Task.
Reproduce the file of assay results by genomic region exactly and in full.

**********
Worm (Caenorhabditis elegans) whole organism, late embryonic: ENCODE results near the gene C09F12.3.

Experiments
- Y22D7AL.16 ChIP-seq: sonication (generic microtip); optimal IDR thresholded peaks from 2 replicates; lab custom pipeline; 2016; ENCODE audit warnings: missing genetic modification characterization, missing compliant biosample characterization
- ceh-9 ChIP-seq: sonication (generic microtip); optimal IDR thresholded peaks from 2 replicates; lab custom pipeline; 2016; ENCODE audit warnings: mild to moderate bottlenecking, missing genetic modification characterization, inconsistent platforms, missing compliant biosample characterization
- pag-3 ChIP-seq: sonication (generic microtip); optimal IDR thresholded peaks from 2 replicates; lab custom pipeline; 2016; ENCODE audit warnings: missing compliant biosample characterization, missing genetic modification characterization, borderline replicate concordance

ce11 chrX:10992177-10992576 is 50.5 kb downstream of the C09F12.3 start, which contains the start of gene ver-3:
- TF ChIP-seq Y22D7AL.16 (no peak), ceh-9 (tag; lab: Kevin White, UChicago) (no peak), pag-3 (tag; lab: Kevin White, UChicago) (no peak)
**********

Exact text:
Worm (Caenorhabditis elegans) whole organism, late embryonic: ENCODE results near the gene C09F12.3.

Experiments
- Y22D7AL.16 ChIP-seq: sonication (generic microtip); optimal IDR thresholded peaks from 2 replicates; lab custom pipeline; 2016; ENCODE audit warnings: missing genetic modification characterization, missing compliant biosample characterization
- ceh-9 ChIP-seq: sonication (generic microtip); optimal IDR thresholded peaks from 2 replicates; lab custom pipeline; 2016; ENCODE audit warnings: mild to moderate bottlenecking, missing genetic modification characterization, inconsistent platforms, missing compliant biosample characterization
- pag-3 ChIP-seq: sonication (generic microtip); optimal IDR thresholded peaks from 2 replicates; lab custom pipeline; 2016; ENCODE audit warnings: missing compliant biosample characterization, missing genetic modification characterization, borderline replicate concordance

ce11 chrX:10992177-10992576 is 50.5 kb downstream of the C09F12.3 start, which contains the start of gene ver-3:
- TF ChIP-seq Y22D7AL.16 (no peak), ceh-9 (tag; lab: Kevin White, UChicago) (no peak), pag-3 (tag; lab: Kevin White, UChicago) (no peak)